Amid continual announcements of sale postponements in the auction sector, Christie’s upcoming London Prints Sale will be among the few still taking place on its original date. As usual, screenprints by Andy Warhol carry the highest estimates in the sale. But a 1969 Francis Bacon print will contend against the higher value lots as the artist’s $60M Triptych is scheduled to be deaccessioned from Norway’s Astrup Fearnley museum during Sotheby’s Contemporary Art Evening Sales this May.
Offered at an estimate of £40,000-60,000 Bacon’s Étude pour une corrida is one among several editions made for his three 1969 paintings depicting bullfighters — completed after traveling regularly to Spain and France throughout the 1950s and 1960s.
Influenced by religious iconography and depictions of modern violence, Bacon’s studies lend insight into the artist’s signature exploration of brutality that came to shape his works as preeminent 20th Century masterpieces. In this print, with violence as spectator sport, Bacon fused the matador and animal in concert — a crowd of witnesses is contained behind the arena as ceremonial voyeurs. The composition is similar to many of his most famous works: Bacon’s entangled figures stand as centerpieces within a receding enclosure — a visual allegory believed by critics to be inspired by the destructive force central to human behavior.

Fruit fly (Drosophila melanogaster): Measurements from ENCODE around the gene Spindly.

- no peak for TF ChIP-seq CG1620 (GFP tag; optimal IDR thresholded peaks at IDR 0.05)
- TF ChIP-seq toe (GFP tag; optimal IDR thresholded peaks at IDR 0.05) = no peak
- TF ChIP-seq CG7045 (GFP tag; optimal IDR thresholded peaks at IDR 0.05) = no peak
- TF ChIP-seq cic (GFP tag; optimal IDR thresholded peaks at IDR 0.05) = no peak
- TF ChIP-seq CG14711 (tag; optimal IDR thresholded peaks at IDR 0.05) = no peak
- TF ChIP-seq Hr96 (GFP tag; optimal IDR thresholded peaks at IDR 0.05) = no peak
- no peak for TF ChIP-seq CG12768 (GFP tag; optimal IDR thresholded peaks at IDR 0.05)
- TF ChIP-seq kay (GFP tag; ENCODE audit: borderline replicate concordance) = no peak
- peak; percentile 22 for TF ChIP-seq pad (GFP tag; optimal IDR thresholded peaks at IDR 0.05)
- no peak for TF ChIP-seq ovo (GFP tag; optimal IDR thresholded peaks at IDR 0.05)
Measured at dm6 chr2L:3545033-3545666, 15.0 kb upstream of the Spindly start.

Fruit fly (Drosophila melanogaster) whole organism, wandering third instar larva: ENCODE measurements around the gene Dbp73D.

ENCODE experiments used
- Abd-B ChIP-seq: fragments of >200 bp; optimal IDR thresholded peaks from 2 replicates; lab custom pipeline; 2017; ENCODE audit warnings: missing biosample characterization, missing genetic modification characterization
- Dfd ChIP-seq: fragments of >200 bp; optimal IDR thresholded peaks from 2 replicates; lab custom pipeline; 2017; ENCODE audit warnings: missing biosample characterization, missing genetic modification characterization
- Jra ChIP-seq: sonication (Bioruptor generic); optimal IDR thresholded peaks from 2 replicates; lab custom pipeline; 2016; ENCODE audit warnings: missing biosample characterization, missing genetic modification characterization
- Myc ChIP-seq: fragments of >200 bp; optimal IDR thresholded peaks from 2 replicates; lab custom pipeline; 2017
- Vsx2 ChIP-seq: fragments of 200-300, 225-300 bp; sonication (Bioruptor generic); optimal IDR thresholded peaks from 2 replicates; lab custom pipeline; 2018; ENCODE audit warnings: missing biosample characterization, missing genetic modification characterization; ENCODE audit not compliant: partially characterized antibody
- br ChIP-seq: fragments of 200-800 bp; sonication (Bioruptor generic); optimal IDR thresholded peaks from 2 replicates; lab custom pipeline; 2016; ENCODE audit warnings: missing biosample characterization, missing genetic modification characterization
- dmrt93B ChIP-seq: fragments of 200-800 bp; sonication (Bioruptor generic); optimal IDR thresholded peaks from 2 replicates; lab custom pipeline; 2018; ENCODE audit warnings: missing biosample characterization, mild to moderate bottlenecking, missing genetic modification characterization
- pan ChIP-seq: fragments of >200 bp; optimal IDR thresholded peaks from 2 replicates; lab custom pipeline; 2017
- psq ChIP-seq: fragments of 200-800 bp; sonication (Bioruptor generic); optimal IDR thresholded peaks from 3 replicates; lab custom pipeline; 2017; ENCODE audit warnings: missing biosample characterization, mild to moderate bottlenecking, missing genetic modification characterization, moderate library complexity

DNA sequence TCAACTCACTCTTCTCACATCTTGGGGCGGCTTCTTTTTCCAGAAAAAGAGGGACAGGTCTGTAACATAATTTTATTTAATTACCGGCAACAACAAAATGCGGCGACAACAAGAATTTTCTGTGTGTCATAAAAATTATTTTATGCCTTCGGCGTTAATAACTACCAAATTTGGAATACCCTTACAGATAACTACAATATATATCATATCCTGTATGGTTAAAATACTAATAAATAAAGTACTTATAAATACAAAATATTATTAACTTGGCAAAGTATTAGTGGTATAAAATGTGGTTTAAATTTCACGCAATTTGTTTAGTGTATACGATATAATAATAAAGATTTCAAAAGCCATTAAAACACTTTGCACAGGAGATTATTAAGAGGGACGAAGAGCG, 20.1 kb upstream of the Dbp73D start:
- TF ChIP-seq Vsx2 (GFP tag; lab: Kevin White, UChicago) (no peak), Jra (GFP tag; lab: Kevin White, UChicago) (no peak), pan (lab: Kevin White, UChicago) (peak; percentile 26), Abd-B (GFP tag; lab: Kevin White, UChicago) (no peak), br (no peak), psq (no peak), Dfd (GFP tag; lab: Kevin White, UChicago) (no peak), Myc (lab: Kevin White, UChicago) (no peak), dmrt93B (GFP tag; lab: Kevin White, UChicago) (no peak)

Bacon cited the work of Pablo Picasso as the inspiration for bullfighting as subject matter. While Bacon’s haunting portraits of Papal figures and close confidants have seen a fair share of headline moments at the top auction houses in recent years, the bullfighting imagery is less widely circulated, but equally important. The record price for a Bacon oil painting with the same subject matter and saturation was set more than a decade ago, with Second Version of study for bullfight no. 1 selling for $46M in a New York Sotheby’s Contemporary Evening Sale in 2007.